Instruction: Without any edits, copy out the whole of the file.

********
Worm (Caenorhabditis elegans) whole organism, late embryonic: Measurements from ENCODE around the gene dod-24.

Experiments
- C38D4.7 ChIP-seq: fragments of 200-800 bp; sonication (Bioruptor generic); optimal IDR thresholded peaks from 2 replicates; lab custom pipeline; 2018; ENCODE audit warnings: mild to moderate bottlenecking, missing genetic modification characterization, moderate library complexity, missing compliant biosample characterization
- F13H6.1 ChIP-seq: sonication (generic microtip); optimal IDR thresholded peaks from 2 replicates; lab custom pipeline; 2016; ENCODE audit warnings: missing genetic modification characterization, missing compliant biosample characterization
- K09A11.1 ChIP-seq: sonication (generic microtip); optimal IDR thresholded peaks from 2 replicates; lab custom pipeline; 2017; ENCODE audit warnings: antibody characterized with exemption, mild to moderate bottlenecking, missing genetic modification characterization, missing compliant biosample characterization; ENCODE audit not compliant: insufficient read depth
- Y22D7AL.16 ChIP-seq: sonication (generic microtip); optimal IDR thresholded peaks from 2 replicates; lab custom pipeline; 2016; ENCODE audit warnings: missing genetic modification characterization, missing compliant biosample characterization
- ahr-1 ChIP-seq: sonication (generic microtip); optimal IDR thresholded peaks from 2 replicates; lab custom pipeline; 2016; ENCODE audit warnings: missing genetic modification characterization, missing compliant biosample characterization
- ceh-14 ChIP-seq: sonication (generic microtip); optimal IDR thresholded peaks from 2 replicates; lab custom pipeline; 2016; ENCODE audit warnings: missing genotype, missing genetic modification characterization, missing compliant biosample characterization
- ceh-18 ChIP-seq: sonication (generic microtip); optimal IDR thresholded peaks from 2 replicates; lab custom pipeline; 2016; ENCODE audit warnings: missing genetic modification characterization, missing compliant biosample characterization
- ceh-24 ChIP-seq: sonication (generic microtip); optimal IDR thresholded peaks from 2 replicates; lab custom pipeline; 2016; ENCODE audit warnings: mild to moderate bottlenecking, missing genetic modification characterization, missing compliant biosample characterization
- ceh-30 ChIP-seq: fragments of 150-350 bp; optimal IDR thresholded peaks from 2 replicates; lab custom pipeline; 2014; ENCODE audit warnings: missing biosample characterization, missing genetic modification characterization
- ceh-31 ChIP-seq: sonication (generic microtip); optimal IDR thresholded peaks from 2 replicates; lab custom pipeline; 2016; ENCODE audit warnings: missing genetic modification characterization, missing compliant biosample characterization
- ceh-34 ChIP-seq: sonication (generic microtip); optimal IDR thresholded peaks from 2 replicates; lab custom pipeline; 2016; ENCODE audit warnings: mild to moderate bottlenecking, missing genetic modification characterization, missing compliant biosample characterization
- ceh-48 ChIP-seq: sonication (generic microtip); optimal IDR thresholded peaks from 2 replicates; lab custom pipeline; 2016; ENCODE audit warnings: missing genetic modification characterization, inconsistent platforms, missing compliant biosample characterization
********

Worm (Caenorhabditis elegans) whole organism, late embryonic: Measurements from ENCODE around the gene dod-24.

Experiments
- C38D4.7 ChIP-seq: fragments of 200-800 bp; sonication (Bioruptor generic); optimal IDR thresholded peaks from 2 replicates; lab custom pipeline; 2018; ENCODE audit warnings: mild to moderate bottlenecking, missing genetic modification characterization, moderate library complexity, missing compliant biosample characterization
- F13H6.1 ChIP-seq: sonication (generic microtip); optimal IDR thresholded peaks from 2 replicates; lab custom pipeline; 2016; ENCODE audit warnings: missing genetic modification characterization, missing compliant biosample characterization
- K09A11.1 ChIP-seq: sonication (generic microtip); optimal IDR thresholded peaks from 2 replicates; lab custom pipeline; 2017; ENCODE audit warnings: antibody characterized with exemption, mild to moderate bottlenecking, missing genetic modification characterization, missing compliant biosample characterization; ENCODE audit not compliant: insufficient read depth
- Y22D7AL.16 ChIP-seq: sonication (generic microtip); optimal IDR thresholded peaks from 2 replicates; lab custom pipeline; 2016; ENCODE audit warnings: missing genetic modification characterization, missing compliant biosample characterization
- ahr-1 ChIP-seq: sonication (generic microtip); optimal IDR thresholded peaks from 2 replicates; lab custom pipeline; 2016; ENCODE audit warnings: missing genetic modification characterization, missing compliant biosample characterization
- ceh-14 ChIP-seq: sonication (generic microtip); optimal IDR thresholded peaks from 2 replicates; lab custom pipeline; 2016; ENCODE audit warnings: missing genotype, missing genetic modification characterization, missing compliant biosample characterization
- ceh-18 ChIP-seq: sonication (generic microtip); optimal IDR thresholded peaks from 2 replicates; lab custom pipeline; 2016; ENCODE audit warnings: missing genetic modification characterization, missing compliant biosample characterization
- ceh-24 ChIP-seq: sonication (generic microtip); optimal IDR thresholded peaks from 2 replicates; lab custom pipeline; 2016; ENCODE audit warnings: mild to moderate bottlenecking, missing genetic modification characterization, missing compliant biosample characterization
- ceh-30 ChIP-seq: fragments of 150-350 bp; optimal IDR thresholded peaks from 2 replicates; lab custom pipeline; 2014; ENCODE audit warnings: missing biosample characterization, missing genetic modification characterization
- ceh-31 ChIP-seq: sonication (generic microtip); optimal IDR thresholded peaks from 2 replicates; lab custom pipeline; 2016; ENCODE audit warnings: missing genetic modification characterization, missing compliant biosample characterization
- ceh-34 ChIP-seq: sonication (generic microtip); optimal IDR thresholded peaks from 2 replicates; lab custom pipeline; 2016; ENCODE audit warnings: mild to moderate bottlenecking, missing genetic modification characterization, missing compliant biosample characterization
- ceh-48 ChIP-seq: sonication (generic microtip); optimal IDR thresholded peaks from 2 replicates; lab custom pipeline; 2016; ENCODE audit warnings: missing genetic modification characterization, inconsistent platforms, missing compliant biosample characterization